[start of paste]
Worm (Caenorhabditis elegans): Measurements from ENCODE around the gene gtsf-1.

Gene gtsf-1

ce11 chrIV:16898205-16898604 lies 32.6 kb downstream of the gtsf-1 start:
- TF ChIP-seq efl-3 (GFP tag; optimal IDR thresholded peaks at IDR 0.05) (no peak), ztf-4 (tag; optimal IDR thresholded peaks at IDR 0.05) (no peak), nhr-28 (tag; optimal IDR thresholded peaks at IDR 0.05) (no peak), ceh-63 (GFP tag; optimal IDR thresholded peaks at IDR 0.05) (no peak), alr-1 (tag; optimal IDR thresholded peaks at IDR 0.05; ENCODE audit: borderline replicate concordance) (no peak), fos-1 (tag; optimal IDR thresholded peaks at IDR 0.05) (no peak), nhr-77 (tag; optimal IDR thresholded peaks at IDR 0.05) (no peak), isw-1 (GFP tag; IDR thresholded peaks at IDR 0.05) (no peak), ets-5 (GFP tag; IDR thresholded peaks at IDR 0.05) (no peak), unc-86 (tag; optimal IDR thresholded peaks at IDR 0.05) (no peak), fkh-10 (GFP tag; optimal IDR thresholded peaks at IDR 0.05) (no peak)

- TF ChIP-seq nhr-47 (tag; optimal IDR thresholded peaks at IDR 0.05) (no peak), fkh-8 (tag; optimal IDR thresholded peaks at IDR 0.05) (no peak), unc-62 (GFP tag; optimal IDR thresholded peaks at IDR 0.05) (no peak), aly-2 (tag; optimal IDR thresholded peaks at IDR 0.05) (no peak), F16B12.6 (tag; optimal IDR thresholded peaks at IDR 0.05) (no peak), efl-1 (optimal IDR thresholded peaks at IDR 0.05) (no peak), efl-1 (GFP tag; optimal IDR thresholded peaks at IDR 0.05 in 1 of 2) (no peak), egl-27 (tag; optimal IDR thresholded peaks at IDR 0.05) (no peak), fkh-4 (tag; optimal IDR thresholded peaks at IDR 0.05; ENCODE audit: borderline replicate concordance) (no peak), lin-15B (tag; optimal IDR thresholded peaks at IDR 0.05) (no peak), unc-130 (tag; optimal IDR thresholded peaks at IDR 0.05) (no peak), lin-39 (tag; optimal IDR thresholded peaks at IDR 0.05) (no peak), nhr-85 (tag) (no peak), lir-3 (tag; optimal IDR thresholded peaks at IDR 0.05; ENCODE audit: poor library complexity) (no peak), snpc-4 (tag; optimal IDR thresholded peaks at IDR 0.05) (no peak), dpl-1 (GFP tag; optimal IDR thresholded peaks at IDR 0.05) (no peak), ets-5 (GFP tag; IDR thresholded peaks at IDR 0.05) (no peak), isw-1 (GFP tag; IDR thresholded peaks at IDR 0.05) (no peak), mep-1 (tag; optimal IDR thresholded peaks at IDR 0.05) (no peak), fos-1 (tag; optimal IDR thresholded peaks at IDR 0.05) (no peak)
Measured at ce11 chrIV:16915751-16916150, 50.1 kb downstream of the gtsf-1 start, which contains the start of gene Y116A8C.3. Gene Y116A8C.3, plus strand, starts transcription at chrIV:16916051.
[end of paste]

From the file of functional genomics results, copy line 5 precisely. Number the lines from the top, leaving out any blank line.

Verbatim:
- TF ChIP-seq nhr-47 (tag; optimal IDR thresholded peaks at IDR 0.05) (no peak), fkh-8 (tag; optimal IDR thresholded peaks at IDR 0.05) (no peak), unc-62 (GFP tag; optimal IDR thresholded peaks at IDR 0.05) (no peak), aly-2 (tag; optimal IDR thresholded peaks at IDR 0.05) (no peak), F16B12.6 (tag; optimal IDR thresholded peaks at IDR 0.05) (no peak), efl-1 (optimal IDR thresholded peaks at IDR 0.05) (no peak), efl-1 (GFP tag; optimal IDR thresholded peaks at IDR 0.05 in 1 of 2) (no peak), egl-27 (tag; optimal IDR thresholded peaks at IDR 0.05) (no peak), fkh-4 (tag; optimal IDR thresholded peaks at IDR 0.05; ENCODE audit: borderline replicate concordance) (no peak), lin-15B (tag; optimal IDR thresholded peaks at IDR 0.05) (no peak), unc-130 (tag; optimal IDR thresholded peaks at IDR 0.05) (no peak), lin-39 (tag; optimal IDR thresholded peaks at IDR 0.05) (no peak), nhr-85 (tag) (no peak), lir-3 (tag; optimal IDR thresholded peaks at IDR 0.05; ENCODE audit: poor library complexity) (no peak), snpc-4 (tag; optimal IDR thresholded peaks at IDR 0.05) (no peak), dpl-1 (GFP tag; optimal IDR thresholded peaks at IDR 0.05) (no peak), ets-5 (GFP tag; IDR thresholded peaks at IDR 0.05) (no peak), isw-1 (GFP tag; IDR thresholded peaks at IDR 0.05) (no peak), mep-1 (tag; optimal IDR thresholded peaks at IDR 0.05) (no peak), fos-1 (tag; optimal IDR thresholded peaks at IDR 0.05) (no peak)